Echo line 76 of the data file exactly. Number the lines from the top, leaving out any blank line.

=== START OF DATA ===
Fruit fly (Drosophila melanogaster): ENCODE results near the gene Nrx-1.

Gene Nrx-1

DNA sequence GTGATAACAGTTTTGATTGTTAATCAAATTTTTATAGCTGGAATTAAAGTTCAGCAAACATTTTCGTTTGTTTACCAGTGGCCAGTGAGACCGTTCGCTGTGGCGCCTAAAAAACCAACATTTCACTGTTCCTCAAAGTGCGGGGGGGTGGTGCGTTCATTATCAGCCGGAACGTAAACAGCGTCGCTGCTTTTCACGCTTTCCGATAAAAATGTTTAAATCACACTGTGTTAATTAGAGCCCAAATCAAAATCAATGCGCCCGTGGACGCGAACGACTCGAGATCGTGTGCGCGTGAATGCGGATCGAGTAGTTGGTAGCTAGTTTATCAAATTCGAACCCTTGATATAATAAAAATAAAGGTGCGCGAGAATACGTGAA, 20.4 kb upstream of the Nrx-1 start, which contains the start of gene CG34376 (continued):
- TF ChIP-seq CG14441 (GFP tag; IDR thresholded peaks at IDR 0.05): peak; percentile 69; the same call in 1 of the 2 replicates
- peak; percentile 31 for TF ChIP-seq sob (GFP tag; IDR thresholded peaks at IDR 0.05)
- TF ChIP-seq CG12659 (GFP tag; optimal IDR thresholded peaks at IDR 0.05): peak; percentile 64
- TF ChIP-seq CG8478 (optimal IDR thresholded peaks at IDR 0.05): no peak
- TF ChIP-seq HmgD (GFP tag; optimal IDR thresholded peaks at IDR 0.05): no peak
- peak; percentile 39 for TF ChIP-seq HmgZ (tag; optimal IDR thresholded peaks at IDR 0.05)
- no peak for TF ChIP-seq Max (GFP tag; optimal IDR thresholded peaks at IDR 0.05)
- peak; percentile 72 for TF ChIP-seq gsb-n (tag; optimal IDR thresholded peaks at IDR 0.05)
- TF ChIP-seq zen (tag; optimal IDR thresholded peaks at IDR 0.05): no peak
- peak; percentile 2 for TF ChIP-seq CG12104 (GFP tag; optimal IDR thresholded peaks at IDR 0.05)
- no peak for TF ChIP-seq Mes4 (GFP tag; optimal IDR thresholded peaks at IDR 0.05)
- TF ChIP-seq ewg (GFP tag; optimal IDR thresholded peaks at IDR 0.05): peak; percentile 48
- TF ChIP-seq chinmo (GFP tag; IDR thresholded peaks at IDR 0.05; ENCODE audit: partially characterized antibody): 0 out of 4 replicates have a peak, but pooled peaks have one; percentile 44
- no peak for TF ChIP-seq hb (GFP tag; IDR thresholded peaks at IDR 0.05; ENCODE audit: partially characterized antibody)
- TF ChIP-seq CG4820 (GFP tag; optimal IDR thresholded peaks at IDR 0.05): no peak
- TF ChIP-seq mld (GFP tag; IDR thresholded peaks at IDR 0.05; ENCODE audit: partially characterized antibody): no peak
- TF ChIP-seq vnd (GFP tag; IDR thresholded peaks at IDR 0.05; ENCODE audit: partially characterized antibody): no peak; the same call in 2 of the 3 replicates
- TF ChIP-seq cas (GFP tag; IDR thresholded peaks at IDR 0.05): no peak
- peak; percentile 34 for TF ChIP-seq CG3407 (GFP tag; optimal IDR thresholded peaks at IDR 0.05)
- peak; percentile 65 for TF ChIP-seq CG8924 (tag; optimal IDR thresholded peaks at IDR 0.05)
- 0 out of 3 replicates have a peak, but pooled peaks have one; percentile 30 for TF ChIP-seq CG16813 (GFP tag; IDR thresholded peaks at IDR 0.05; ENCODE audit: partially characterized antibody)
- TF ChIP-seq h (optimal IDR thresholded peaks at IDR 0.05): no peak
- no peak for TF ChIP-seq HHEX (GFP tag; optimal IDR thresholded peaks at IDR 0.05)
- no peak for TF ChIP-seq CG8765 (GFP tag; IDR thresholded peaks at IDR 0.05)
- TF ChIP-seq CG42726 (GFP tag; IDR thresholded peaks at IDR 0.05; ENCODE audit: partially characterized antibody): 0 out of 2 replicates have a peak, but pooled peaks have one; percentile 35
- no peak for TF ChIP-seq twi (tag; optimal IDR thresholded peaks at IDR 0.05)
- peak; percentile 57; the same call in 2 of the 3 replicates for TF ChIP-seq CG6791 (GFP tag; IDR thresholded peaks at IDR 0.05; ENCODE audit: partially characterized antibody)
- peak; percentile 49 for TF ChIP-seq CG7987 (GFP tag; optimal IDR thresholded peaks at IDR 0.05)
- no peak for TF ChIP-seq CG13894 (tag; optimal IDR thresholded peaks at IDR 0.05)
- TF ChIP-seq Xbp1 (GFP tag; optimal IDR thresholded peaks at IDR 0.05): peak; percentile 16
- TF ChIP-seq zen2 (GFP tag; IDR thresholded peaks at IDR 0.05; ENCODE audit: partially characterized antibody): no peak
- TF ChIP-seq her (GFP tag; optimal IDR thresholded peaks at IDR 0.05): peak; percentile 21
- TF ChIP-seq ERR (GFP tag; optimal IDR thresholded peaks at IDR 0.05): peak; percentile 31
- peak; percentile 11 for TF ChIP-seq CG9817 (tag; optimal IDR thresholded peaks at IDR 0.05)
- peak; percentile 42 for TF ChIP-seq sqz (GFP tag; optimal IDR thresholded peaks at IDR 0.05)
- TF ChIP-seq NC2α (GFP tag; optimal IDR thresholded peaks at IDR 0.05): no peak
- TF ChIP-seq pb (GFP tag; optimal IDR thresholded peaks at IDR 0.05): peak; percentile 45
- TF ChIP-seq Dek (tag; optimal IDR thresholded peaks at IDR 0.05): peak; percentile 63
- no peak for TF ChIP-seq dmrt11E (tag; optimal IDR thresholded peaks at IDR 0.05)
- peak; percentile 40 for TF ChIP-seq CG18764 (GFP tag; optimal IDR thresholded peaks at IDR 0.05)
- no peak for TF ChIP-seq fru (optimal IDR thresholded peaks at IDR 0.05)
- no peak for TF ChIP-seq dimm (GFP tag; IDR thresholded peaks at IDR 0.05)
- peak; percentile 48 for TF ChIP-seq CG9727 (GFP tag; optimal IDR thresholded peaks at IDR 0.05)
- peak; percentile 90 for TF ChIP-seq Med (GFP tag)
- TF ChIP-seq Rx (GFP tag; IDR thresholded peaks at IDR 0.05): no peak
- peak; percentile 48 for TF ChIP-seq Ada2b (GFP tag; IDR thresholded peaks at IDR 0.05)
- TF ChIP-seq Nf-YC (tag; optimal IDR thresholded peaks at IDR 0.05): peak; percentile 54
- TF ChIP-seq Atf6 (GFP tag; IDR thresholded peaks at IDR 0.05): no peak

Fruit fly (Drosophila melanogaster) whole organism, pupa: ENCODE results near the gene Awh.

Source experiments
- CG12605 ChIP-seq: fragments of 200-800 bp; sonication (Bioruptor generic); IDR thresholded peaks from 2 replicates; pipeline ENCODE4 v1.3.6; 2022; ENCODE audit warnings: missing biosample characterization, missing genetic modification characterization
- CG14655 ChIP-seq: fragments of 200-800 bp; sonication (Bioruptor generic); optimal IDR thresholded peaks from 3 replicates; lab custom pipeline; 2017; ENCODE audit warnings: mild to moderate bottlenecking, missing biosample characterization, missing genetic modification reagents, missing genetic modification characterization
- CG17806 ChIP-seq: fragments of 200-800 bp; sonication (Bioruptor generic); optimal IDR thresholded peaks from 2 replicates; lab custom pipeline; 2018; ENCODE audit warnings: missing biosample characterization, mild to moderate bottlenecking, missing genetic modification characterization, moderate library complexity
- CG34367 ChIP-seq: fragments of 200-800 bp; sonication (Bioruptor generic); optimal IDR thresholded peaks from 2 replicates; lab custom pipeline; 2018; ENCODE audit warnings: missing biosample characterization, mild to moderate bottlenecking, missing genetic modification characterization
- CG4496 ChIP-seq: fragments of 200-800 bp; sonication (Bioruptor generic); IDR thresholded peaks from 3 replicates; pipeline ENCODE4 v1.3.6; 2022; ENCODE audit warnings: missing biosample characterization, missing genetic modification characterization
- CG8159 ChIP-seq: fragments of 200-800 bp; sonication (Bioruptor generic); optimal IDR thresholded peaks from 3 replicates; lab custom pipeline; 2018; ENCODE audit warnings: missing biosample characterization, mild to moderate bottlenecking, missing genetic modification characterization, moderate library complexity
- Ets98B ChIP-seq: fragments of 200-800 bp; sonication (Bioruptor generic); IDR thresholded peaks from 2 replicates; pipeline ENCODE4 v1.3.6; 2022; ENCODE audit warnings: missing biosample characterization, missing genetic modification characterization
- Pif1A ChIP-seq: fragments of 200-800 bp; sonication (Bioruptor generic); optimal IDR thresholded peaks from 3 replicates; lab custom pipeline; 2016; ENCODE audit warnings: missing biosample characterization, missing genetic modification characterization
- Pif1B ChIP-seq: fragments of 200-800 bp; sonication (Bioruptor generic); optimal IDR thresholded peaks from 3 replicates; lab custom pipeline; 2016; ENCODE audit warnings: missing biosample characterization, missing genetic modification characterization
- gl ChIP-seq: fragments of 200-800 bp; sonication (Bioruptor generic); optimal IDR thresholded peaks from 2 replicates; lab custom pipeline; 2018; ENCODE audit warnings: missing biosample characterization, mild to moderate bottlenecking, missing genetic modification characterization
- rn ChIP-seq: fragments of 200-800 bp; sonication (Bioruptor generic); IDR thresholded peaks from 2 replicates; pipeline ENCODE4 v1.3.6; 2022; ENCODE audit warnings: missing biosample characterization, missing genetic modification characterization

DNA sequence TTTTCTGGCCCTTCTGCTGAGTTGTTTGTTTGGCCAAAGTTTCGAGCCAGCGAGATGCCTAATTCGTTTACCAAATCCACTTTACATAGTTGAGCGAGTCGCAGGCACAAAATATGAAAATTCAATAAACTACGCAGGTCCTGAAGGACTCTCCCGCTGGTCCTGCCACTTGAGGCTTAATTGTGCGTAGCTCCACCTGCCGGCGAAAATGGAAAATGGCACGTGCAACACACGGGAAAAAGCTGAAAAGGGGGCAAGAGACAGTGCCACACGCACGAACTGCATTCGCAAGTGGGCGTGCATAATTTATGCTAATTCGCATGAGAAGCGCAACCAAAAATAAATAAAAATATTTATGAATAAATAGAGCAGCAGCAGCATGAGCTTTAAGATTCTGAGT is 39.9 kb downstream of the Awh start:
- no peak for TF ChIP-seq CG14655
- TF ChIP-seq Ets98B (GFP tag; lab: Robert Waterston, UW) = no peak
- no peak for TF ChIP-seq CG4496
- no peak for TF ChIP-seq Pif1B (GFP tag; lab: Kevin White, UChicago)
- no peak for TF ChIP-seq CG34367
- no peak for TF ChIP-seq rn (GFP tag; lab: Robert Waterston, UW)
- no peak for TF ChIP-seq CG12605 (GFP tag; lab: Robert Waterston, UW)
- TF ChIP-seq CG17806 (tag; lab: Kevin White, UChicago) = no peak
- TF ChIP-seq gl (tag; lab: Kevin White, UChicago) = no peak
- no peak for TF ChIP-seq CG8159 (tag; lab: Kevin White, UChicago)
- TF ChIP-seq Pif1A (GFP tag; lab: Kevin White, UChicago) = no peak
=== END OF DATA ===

- TF ChIP-seq Pif1A (GFP tag; lab: Kevin White, UChicago) = no peak